Managers in the sector actually may be scrambling later in the year to comply with the requirements, which go into effect on December 1, 2016. Major changes may be required, particularly as the final rule relates to government grants and contracts. A recent report by the National Council of Nonprofits (NCN) addresses these concerns and offers solutions government units and funders may have to take.
Under the new DOL rule, the standard salary level used to determine whether executive, administrative and professional employees and computer professionals are eligible to receive overtime will increase from $455 per week ($23,660 per year) to $913 per week ($47,476 per year) for a full-time worker beginning in December. In light of this, the NCN surveyed organizations with government grants and contracts asking for practical insights on putting the new rules into effect.
Its report on the survey refers to "operational anxiety" among groups trying to figure out how to pay the new required additional costs in very tight, or even declining, revenue environments while providing the same level of services. It concludes that government units may have to be convinced to make accommodations in order for nonprofit organizations to maintain their current levels of service.
The report is widely viewed as a "call to action" for the network of state associations the NCN represents.
Uncertainty and Misunderstandings
Because of the uncertainty over the new rules — and misunderstandings in some quarters — certain groups are likely to be affected more than others. This could include organizations where demand for services is unpredictable (for example, groups involved in crisis response or caring for the elderly and disabled), and groups who rely on small donations to keep running. These nonprofits complain that they can't expect donors to increase contributions just to compensate for higher salaries. And of course, reductions in staff or cutbacks in hours aren't appealing options for many organizations.
More than half of the 1,000 survey respondents represented human services providers. Arts and education nonprofits comprised another 19%. Most of those surveyed had an annual operating budget between $1 million and $10 million.
The vast majority of respondents reported that their existing government contracts don't take these higher costs into account. And unlike for-profits that can raise prices or governments that can raise taxes or cut services, nonprofits with government grants and contracts typically are contractually bound to provide services at fixed reimbursement rates that won't reflect the higher costs imposed by the new overtime rule.
According to the report, 69% of respondents said there isn't a provision in their existing grants and contracts to reopen or renegotiate the agreements to secure additional reimbursements. Moreover, 28% weren't sure if their contract allowed adjustments, while just 3% were certain such a clause did exist. One-third of respondents said they expect to cut staff and services to cover the higher costs.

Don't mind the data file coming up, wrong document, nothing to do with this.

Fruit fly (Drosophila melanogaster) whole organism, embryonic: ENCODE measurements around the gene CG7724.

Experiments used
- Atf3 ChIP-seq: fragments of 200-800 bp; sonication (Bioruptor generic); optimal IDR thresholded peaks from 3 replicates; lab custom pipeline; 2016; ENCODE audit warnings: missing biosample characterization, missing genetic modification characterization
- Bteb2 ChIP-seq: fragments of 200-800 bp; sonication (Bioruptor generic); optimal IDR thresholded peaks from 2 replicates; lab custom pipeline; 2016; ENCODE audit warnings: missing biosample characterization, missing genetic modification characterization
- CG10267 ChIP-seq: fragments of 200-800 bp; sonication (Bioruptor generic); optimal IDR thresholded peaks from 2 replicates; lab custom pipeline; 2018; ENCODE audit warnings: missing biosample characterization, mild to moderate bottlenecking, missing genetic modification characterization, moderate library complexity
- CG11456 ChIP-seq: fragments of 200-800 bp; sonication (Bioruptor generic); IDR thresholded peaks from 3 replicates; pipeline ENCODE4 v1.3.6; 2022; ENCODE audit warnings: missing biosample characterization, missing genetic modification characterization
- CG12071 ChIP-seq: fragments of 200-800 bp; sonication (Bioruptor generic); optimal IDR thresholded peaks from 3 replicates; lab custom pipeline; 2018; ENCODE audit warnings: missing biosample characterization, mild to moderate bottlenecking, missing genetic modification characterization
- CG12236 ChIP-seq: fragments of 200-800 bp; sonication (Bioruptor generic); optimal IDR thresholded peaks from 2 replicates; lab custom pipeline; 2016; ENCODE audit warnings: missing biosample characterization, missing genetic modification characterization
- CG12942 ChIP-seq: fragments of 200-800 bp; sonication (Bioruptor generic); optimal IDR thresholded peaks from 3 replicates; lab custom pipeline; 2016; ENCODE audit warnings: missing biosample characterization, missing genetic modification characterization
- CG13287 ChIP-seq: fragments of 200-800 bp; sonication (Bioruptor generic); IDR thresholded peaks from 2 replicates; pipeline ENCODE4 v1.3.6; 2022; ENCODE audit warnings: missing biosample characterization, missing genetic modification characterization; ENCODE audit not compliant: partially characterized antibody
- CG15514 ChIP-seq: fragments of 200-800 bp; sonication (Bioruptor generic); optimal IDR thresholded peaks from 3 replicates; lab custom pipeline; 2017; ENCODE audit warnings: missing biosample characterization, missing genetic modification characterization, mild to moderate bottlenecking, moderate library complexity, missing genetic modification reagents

The report offered two solutions to the "conundrum" presented by the new rules:
1. Grant and contract reopeners. Nonprofits need ways to reopen or renegotiate government grants and contracts either to receive reimbursement rates that incorporate the increased costs or to adjust performance obligations.
2. Short-term transition support. Private funders can provide additional resources during the interim phase of putting the rules into effect (the first couple of years) and offer emergency funds that will enable groups they support to conduct compliance audits, develop updated job descriptions, implement time-management systems, and make other upgrades to human resources systems.
Government Revisions Needed
Since the new costs are the result of changes to federal law, the NCN says it seems appropriate for the federal government to give direction to government program officers at the federal, state, tribal and local levels on how to revise existing grants and contracts to ensure that nonprofits are treated fairly.
Different Strokes …
The Department of Labor issued additional guidance relating to two types of employers in the nonprofit sector.
1. Educational institutions. Under a special exemption, many white-collar employees at higher education institutions aren't subject to the salary level test or are subject to a different salary level test. Therefore, the new salary level won't affect them.
For instance, the requirements for a white-collar exemption don't apply to bona fide teachers. In addition, an alternative salary level governs academic administrative personnel that help run higher education institutions and interact with students outside the classroom. These personnel are exempt from the overtime requirements if they are paid at least the entrance salary for teachers at their institution.
2. State and local governments. There are several provisions unique to state and local governments relating to compensatory time (comp time). Notably, state or local government agencies may arrange for their employees to earn comp time instead of cash for overtime hours.
Most state and local government employees may accrue up to 240 hours of comp time. Law enforcement, fire protection and emergency response personnel, as well as employees engaged in seasonal activities (such as employees processing state tax returns), may accrue up to 480 hours of comp time. An employee must be permitted to use comp time on the date requested unless doing so would "unduly disrupt" the operations of the agency.